Which homebuilder stocks could nail it?

The sector is facing a threat from rising rates, but a few builders still have plenty of promise.

By Jonathan Berr Aug 26, 2013 8:30AM
One of the great ironies of the housing recovery is that it hasn't been seen in the stocks of some big homebuilders. In fact, the sector has gotten clobbered this year amid rising mortgage interest rates and inconsistent earnings.

Shares of PulteGroup (PHM), the top homebuilder by revenue, have slumped more than 11% this year. D.R. Horton (DHI), which is tops in volume, has tumbled 4.7%. And Toll Brothers (TOL), the leader in luxury homes, is off 2.1%. These declines, however, are overdone.
For one thing, the housing recovery remains pretty much on track, even with Friday’s report that new home sales in July fell by 13.4%. The blame is being put on higher mortgage rates and rising prices in some markets where supplies have gotten tighter. However, even though 30-year fixed-rate mortgages recently hit 4.58%, a two-year high, it's important to remember that rates have been at historic lows and still aren’t high enough to stop home buyers cold.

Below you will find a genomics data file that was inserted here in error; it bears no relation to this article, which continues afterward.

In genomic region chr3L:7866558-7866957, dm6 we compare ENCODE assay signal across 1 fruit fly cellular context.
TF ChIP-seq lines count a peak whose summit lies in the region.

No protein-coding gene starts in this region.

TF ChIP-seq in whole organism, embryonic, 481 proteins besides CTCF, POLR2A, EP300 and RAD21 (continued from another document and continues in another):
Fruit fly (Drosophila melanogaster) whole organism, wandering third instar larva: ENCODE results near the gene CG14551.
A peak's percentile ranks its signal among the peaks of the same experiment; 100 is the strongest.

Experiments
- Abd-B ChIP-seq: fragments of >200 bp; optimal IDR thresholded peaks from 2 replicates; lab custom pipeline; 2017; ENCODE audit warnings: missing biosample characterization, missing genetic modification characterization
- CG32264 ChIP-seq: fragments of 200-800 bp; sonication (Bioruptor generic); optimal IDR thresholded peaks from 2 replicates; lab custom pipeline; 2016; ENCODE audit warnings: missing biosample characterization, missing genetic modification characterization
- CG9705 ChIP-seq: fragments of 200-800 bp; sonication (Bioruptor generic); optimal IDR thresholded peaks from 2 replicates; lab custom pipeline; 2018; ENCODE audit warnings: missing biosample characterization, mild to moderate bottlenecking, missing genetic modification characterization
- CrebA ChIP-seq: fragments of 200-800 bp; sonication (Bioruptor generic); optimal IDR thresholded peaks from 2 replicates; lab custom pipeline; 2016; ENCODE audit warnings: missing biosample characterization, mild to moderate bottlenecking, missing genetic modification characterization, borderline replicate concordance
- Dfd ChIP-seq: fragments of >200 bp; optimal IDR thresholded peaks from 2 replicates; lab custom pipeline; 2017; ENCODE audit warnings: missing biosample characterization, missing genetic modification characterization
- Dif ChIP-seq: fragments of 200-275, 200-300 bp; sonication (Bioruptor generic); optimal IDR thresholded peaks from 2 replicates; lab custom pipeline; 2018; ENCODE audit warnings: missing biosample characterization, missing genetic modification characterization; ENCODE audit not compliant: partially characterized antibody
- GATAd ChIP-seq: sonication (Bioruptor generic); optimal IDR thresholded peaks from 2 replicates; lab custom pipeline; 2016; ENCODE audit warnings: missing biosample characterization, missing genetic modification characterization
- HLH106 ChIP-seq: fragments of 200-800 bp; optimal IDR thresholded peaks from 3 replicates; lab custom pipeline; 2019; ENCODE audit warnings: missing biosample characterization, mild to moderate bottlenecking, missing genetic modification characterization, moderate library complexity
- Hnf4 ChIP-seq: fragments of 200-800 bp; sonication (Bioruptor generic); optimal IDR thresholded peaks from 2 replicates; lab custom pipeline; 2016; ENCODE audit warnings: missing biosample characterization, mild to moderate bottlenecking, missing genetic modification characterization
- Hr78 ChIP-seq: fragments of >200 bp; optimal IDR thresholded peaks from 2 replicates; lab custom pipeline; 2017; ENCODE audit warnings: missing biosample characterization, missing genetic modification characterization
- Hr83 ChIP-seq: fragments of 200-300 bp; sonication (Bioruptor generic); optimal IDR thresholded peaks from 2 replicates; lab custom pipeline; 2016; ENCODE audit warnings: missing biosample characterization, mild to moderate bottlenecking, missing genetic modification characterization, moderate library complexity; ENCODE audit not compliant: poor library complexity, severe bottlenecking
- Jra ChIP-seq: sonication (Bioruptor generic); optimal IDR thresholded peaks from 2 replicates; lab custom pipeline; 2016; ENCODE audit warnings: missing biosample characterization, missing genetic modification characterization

In fact, homebuilders’ recent results also are showing some encouraging signs. Pulte's average selling price rose 9% to $294,000 in the most recent quarter. Stronger demand from so-called move-up buyers looking for bigger homes boosted D.R. Horton’s average selling price by 15% to $268,000. Toll's average price of homes delivered rose 13% to $651,000.

Home under construction (© Corbis)People continue to be optimistic about the housing market. A whopping 76% of respondents to a recent Pulte homeowners' poll believe they can sell their current home in the next two years for a price that would allow them to move into a new one. Toll CEO Doug Yearley recently said, "we believe the recovery is real."